A New Louisville Building Company is Thinking Small

Aug 16, 2019 at 3:42 pm
A tiny house built by Beckley Tiny Homes.  |  Photo courtesy of J.R. Beckley
A tiny house built by Beckley Tiny Homes. | Photo courtesy of J.R. Beckley

When Mike Beckley wanted to bump up his retirement fund, he was ready to dive into Louisville’s house-flipping market with his son. But inspired by a new real estate craze, Mike’s family had other plans. 

The Beckleys thought small — or tiny, that is.

Tiny homes have soared to national prominence in recent years, popular with people seeking long-term investments over monthly rent, a minimalist lifestyle or a smaller carbon footprint. Beckley Tiny Homes is now helping boost the movement in Louisville, and the skeptical dad is now a believer, his son said. 

“He thought we were crazy,” J.R. Beckley, who led the design of the tiny home, said, “but he likes it now.”

The company’s inaugural house has already scooped up an award in Nashville from the Tennessee Tiny Living Festival.

Visitors at the event were popping in and out of this local build all-day to see it. And the reaction it received — not to mention its first-place award for best tiny home — convinced Mike that his family might’ve been right about investing in tiny homes. “It just blew us all away. I couldn’t get over it,” he said.

In Louisville, the tiny home curious can buy and consult construction plans from national and local companies, but Beckley Tiny Homes is the first in the area to build these unconventional abodes for clients.

“There’s just a movement,” J.R. Beckley said. “People are wanting more freedom with their finances. The price range of these is so much more affordable than a brick and mortar home. Second of all, they’re so much more cost-effective than an RV, and they have the feel of a luxury home.”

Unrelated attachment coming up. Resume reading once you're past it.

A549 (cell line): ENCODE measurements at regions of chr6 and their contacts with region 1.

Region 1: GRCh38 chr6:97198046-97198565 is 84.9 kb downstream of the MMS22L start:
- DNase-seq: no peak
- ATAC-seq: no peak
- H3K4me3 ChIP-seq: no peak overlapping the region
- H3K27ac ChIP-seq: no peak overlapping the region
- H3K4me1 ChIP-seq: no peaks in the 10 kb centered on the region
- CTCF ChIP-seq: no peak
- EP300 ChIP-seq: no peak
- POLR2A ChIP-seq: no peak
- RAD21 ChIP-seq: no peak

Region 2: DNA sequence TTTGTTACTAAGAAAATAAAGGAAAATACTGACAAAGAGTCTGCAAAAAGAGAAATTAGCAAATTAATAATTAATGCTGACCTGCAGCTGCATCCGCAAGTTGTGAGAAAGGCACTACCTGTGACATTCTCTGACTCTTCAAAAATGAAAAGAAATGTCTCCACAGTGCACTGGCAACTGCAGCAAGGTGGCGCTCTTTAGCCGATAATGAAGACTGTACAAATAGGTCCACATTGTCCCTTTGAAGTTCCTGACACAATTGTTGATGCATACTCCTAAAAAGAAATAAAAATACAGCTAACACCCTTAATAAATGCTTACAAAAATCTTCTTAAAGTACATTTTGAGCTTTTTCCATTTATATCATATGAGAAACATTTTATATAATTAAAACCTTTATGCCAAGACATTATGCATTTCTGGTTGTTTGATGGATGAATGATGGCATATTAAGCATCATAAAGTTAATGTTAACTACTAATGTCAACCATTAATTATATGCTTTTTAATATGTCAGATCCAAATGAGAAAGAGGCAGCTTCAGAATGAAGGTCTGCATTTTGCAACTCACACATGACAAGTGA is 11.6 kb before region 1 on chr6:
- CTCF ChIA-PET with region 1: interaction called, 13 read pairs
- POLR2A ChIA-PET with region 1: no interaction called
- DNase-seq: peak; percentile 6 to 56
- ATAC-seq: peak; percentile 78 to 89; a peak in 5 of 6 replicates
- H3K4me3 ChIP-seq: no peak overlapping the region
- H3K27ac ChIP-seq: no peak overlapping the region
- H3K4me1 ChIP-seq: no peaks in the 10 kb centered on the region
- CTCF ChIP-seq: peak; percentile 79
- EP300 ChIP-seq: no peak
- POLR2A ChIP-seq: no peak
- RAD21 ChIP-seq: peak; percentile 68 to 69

From a business perspective, tiny houses are less investment upfront, and for J.R. Beckley, building them “is way less stressful; it is kind of therapeutic.” 

The house’s exterior followed design plans from another tiny home company, but with experience as a contractor and carpenter, he got creative with the house’s interior. “You’re just seeing a little bit of my personality in here,” he said. 

It’s equipped with two lofts, a living area, a modern bathroom hidden by a pocket door and a galley kitchen. 

“The kitchen,” J.R. Beckley lowered his voice to a whisper, “is a better kitchen than my house,” then laughing and saying there’s more counter space than his 1950s era home. 

The tiny house blends a sleek modern aesthetic with shabby-chic accents: a plant creeps out of a matte-blue painted mason jar, funky black and white tile line the wall behind the stove, a retro vintage clock from Gold Meadow ice cream ticks away and a wood sign propped up against the window reads “no place like home.”

Crawling up a staircase to the master bedroom — or master loft — you’ll find a queen bed, a low ship-lap ceiling and natural light from three windows pouring in. Underneath the staircase are two closets for storage. The other loft is accessible with a ladder that easily folds and fits under a futon in the living area. 

The house was hardly a month old, but pieces of it date back to almost a century ago. Beckley incorporated reclaimed wood pieces to give a rustic charm and use sustainable materials. Other eco-friendly accents include an LED lighting system, high-efficiency insulation and energy-saving windows.

Future projects from Beckley Tiny Homes could cost anywhere between $35,000 to $85,000, and this particular house markets for $65,000 to $70,000. 

As to whether J.R. Beckley would ever live in a tiny home, he said why not? He is very close with his wife and kids and doesn’t think lack of privacy would be an issue. And for an added bonus, the house can go almost anywhere. “You’ve got a tiny house on wheels and you don’t like your neighbors you can just take it somewhere else,” he said while laughing.

The 13,000-pound home sits on a custom trailer and is U.S. Department of Transportation compliant, meaning with the right equipment, it can tag along on the road. He hitched the house to his truck and hopped onto the Interstate 65 expressway to get to the Tennessee festival. “It looks so tall when you stand next to it and you’re thinking oh my god am I going to hit an overpass?” He said. But other than drawing attention, as drivers honked or gave a thumbs up, the tiny house didn’t have any problems on the road.

“The American Dream is changing so what people want is different,” J.R. Beckley said, “and we’re hoping we’re on the pulse of that right now.”